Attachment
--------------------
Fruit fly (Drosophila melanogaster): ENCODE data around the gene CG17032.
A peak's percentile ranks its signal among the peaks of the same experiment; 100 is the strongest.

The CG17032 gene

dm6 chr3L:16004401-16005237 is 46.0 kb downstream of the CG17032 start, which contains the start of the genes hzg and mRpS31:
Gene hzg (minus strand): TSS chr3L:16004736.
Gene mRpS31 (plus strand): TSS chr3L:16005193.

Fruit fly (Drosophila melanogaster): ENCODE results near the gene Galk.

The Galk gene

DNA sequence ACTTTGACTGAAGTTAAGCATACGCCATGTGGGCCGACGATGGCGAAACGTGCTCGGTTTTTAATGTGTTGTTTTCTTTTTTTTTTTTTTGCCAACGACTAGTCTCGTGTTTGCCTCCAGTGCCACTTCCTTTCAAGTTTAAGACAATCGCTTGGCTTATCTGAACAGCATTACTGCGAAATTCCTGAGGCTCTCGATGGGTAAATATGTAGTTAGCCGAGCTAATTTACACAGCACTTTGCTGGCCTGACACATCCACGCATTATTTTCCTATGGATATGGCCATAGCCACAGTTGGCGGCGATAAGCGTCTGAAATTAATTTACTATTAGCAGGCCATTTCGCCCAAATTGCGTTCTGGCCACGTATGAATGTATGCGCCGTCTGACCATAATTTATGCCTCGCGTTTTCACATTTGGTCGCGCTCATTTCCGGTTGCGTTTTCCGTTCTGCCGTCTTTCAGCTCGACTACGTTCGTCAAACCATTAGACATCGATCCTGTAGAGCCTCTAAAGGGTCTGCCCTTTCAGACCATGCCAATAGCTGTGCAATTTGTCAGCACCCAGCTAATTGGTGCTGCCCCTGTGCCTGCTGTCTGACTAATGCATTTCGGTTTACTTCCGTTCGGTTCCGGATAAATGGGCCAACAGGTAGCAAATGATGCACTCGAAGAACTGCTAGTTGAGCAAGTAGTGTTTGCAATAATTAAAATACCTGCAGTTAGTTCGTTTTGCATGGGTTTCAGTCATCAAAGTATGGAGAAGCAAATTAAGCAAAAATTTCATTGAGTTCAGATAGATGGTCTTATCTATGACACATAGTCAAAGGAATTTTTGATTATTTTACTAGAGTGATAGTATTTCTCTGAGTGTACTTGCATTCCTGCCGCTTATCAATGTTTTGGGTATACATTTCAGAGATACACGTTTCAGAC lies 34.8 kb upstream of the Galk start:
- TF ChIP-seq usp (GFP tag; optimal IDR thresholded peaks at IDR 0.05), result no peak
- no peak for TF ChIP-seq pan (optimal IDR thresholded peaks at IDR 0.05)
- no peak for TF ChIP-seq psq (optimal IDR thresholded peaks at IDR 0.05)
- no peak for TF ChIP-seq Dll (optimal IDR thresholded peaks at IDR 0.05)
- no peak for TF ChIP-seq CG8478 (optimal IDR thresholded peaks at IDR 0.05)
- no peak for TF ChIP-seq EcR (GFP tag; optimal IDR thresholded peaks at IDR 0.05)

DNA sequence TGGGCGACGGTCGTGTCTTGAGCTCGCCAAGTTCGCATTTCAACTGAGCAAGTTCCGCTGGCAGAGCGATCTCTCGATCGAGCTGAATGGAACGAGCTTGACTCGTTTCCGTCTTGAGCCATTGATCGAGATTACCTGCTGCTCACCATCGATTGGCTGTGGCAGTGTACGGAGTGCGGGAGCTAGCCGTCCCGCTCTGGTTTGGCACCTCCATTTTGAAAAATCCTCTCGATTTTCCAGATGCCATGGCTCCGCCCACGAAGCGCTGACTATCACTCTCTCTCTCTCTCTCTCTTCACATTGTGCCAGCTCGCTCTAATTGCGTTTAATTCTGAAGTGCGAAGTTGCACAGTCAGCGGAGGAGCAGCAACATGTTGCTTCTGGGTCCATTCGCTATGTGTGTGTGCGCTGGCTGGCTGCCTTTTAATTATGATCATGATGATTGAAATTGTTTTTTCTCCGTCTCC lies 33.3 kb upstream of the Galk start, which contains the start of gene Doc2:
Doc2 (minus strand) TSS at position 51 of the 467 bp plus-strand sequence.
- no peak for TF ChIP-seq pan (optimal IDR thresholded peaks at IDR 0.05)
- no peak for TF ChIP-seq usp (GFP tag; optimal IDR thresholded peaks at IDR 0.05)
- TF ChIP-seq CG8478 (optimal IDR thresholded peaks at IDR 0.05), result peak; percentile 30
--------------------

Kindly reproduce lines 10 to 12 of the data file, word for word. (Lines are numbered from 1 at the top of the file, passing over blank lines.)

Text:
- TF ChIP-seq usp (GFP tag; optimal IDR thresholded peaks at IDR 0.05), result no peak
- no peak for TF ChIP-seq pan (optimal IDR thresholded peaks at IDR 0.05)
- no peak for TF ChIP-seq psq (optimal IDR thresholded peaks at IDR 0.05)